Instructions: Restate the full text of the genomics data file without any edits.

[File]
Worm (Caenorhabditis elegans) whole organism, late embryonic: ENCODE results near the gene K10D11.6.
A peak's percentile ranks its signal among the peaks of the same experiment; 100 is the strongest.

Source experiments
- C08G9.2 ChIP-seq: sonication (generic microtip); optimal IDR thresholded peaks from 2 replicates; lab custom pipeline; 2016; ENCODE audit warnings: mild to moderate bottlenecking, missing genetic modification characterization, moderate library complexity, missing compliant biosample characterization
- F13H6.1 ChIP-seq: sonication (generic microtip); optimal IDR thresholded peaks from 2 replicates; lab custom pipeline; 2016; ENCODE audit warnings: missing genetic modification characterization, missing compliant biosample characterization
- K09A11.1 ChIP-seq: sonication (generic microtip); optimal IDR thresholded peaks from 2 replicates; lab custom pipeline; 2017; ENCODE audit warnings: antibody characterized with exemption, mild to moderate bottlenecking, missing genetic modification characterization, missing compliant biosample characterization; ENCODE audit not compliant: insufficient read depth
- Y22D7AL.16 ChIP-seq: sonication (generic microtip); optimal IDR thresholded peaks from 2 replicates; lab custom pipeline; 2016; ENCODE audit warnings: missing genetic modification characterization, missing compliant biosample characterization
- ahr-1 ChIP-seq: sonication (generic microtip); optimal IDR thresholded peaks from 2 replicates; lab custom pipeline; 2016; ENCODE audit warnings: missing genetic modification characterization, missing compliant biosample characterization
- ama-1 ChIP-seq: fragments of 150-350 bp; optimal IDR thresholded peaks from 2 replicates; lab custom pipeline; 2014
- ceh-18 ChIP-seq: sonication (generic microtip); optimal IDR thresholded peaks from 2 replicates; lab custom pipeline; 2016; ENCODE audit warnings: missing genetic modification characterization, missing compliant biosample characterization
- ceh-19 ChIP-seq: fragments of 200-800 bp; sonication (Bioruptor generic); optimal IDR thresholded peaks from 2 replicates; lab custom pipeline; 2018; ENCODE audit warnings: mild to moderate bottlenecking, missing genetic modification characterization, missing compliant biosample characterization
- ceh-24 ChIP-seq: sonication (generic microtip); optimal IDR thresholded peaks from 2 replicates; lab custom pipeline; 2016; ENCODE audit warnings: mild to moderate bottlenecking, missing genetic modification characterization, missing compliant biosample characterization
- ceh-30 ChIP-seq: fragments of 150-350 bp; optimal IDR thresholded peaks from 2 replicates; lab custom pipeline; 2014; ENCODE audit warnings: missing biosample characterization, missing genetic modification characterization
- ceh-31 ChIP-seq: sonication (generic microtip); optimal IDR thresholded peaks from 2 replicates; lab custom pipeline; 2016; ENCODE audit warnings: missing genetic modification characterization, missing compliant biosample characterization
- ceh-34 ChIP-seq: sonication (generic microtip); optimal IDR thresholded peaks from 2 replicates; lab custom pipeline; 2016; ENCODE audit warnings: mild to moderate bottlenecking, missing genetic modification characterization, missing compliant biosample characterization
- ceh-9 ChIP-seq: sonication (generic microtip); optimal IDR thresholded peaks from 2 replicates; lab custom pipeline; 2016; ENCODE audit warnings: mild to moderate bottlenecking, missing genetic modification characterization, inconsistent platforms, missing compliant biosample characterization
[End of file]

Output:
Worm (Caenorhabditis elegans) whole organism, late embryonic: ENCODE results near the gene K10D11.6.
A peak's percentile ranks its signal among the peaks of the same experiment; 100 is the strongest.

Source experiments
- C08G9.2 ChIP-seq: sonication (generic microtip); optimal IDR thresholded peaks from 2 replicates; lab custom pipeline; 2016; ENCODE audit warnings: mild to moderate bottlenecking, missing genetic modification characterization, moderate library complexity, missing compliant biosample characterization
- F13H6.1 ChIP-seq: sonication (generic microtip); optimal IDR thresholded peaks from 2 replicates; lab custom pipeline; 2016; ENCODE audit warnings: missing genetic modification characterization, missing compliant biosample characterization
- K09A11.1 ChIP-seq: sonication (generic microtip); optimal IDR thresholded peaks from 2 replicates; lab custom pipeline; 2017; ENCODE audit warnings: antibody characterized with exemption, mild to moderate bottlenecking, missing genetic modification characterization, missing compliant biosample characterization; ENCODE audit not compliant: insufficient read depth
- Y22D7AL.16 ChIP-seq: sonication (generic microtip); optimal IDR thresholded peaks from 2 replicates; lab custom pipeline; 2016; ENCODE audit warnings: missing genetic modification characterization, missing compliant biosample characterization
- ahr-1 ChIP-seq: sonication (generic microtip); optimal IDR thresholded peaks from 2 replicates; lab custom pipeline; 2016; ENCODE audit warnings: missing genetic modification characterization, missing compliant biosample characterization
- ama-1 ChIP-seq: fragments of 150-350 bp; optimal IDR thresholded peaks from 2 replicates; lab custom pipeline; 2014
- ceh-18 ChIP-seq: sonication (generic microtip); optimal IDR thresholded peaks from 2 replicates; lab custom pipeline; 2016; ENCODE audit warnings: missing genetic modification characterization, missing compliant biosample characterization
- ceh-19 ChIP-seq: fragments of 200-800 bp; sonication (Bioruptor generic); optimal IDR thresholded peaks from 2 replicates; lab custom pipeline; 2018; ENCODE audit warnings: mild to moderate bottlenecking, missing genetic modification characterization, missing compliant biosample characterization
- ceh-24 ChIP-seq: sonication (generic microtip); optimal IDR thresholded peaks from 2 replicates; lab custom pipeline; 2016; ENCODE audit warnings: mild to moderate bottlenecking, missing genetic modification characterization, missing compliant biosample characterization
- ceh-30 ChIP-seq: fragments of 150-350 bp; optimal IDR thresholded peaks from 2 replicates; lab custom pipeline; 2014; ENCODE audit warnings: missing biosample characterization, missing genetic modification characterization
- ceh-31 ChIP-seq: sonication (generic microtip); optimal IDR thresholded peaks from 2 replicates; lab custom pipeline; 2016; ENCODE audit warnings: missing genetic modification characterization, missing compliant biosample characterization
- ceh-34 ChIP-seq: sonication (generic microtip); optimal IDR thresholded peaks from 2 replicates; lab custom pipeline; 2016; ENCODE audit warnings: mild to moderate bottlenecking, missing genetic modification characterization, missing compliant biosample characterization
- ceh-9 ChIP-seq: sonication (generic microtip); optimal IDR thresholded peaks from 2 replicates; lab custom pipeline; 2016; ENCODE audit warnings: mild to moderate bottlenecking, missing genetic modification characterization, inconsistent platforms, missing compliant biosample characterization